Superb Clavichord Recital by Carol Lei Breckenridge: Fantasia, Rondos and Variations

Clavichord Recital Breckenridge
Carol Lei Breckenridge Clavichord Recital, Alexander Music Hall, Pease Auditorium, Eastern Michigan University, Photo Credit: Afua Serwah Osei-Bonsu, May 30, 2015

“Superb Clavichord Recital by Carol Lei Breckenridge:
Fantasia, Rondos, and Variations”
By Afua Serwah Osei-Bonsu

Pease Auditorium featured Carol Lei Breckenridge on a five-octave Clavichord on May 30th 2015 at 4 PM in Eastern Michigan’s Alexander Building. Breckenridge spoke at length about 18th Century Music including those she played by C.P.E. Bach, J. Haydn ad W.A. Mozart. Breckenridge gave a memorable performance in front of a large room-sized organ that takes up most of Pease Auditorium.
Breckenridge said of Bach’s composition, “ it is a sudden contrast piece with a dynamic effect of expression, new style was exploring contrast.” From Bach, Breckenridge played 4 pieces including Fantasia in F Major, Ronda in D Minor, Ronda in A Major, and Rondo in B Flat Major.
Following Bach, was a delightful piece by Joseph Haydn (1732-1809), Andante with variations in F Minor (1793). The Haydn composition was described by Breckenridge as “binary and with a long coda attached.” Breckenridge said she plays the Haydn piece on Forte Piano but when played on “Clavichord brings out the soulfulness of the piece.” The Haydn composition was full of “librato” which is characteristic of the Clavichord. Breckenridge said you can hold the keys further down to raise the pitch and oscillate the keys to get a librato.
The Saturday evening recital’s finale was a composition by Wolfgang Amadeus Mozart (1756-1791), Ten Variations on a Theme by G.C. Gluck (1784). Breckenridge described Gluck: “Gluck was an Opera Composer (of these melodies) who lived in Vienna around the same time as Mozart.”
The Clavichord, according to Breckenridge, is especially prized in Northwestern Germany for its “Expressive qualities and the quiet individual feeling the player gets from it drawing you in.” A poem was recited by Breckenridge’s husband in German and English from a book titled, “De Clavichord IV,” that described the Clavichord in detail: (paraphrased below)
“Assuager softly consoling Clavichord, calm my heart, deprived of my tranquility, I have not yet been made happy, I lament it to you, sing until dawn appears, until I feel no more pain”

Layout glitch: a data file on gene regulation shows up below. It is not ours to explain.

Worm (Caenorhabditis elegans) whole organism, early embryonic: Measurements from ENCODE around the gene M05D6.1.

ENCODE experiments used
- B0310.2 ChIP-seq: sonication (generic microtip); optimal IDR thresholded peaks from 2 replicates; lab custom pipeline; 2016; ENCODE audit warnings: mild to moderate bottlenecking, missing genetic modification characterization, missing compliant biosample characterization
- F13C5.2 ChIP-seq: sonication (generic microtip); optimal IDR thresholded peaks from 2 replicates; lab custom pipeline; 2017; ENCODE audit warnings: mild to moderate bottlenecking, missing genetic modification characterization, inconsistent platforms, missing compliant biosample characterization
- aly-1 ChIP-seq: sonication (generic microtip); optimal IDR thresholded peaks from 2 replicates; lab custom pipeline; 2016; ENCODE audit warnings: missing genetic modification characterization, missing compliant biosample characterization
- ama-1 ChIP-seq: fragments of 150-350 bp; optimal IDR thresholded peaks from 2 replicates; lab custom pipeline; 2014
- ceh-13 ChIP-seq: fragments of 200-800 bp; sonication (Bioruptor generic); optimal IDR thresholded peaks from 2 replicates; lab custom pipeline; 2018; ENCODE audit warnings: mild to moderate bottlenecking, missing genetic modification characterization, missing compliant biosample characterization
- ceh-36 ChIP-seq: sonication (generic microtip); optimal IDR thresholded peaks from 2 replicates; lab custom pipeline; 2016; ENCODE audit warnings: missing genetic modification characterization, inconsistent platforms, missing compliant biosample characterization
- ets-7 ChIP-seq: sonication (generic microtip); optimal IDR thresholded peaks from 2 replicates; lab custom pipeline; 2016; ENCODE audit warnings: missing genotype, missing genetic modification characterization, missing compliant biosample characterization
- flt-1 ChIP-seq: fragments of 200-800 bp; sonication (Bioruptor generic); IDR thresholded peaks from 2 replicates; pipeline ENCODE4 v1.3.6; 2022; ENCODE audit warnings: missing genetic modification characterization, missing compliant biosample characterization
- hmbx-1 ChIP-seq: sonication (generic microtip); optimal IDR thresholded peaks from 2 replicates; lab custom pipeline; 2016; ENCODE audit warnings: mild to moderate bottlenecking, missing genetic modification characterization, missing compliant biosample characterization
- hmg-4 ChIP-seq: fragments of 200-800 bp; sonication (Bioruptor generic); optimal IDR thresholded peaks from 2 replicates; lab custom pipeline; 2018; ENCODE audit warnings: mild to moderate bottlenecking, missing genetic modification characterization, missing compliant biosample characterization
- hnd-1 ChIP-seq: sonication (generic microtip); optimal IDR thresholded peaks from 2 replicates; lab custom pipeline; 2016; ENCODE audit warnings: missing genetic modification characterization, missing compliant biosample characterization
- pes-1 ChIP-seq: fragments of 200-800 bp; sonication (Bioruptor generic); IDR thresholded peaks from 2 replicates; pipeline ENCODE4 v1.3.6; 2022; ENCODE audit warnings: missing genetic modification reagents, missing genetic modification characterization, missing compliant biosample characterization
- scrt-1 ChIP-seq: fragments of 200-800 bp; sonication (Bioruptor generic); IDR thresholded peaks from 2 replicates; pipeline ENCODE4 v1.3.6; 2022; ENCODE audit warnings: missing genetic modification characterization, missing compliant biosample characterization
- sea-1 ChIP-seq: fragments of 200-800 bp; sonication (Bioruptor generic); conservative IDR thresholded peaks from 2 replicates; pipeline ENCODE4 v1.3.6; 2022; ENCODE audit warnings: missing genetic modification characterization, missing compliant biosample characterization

Breckenridge played with the latest technology of a “tablet” for sheet music and an electronic digital pedal device that turned the sheet music’s pages.
She said to pretend you’re in a living room, to the audience, who formed a half moon shape around her. Breckenridge played quietly and emotionally on one of the oldest keyboard designs from the 18th Century that started as a small box. Breckenridge utilized advanced keyboarding skills often playing dramatically with two hands and traversing the keyboard.
“The Clavichord keys hit against brass,” said Breckenridge. Many early keyboardists in the 18th Century were trained on the Clavichord. Mozart and Haydn owned Clavichords for performing and private practice. The Clavichord was described by Breckenridge as a “place to go and a sorrowful private instrument to express feeling.”
Breckenridge will play at the Boston Early Music Festival Fringe concert on Tuesday, June 9th 2015 at 3:00 PM at the Goethe-Institut, Boston. “The instrument Breckenridge played for this program was a five-octave unfretted Clavichord built by Paul Irvin, after a 1765 Clavichord by Friederici.” “Carol lei Breckenridge, from Ann Arbor, Michigan specializes in eighteenth-century music played on Clavichord and Forte Piano.” Website:

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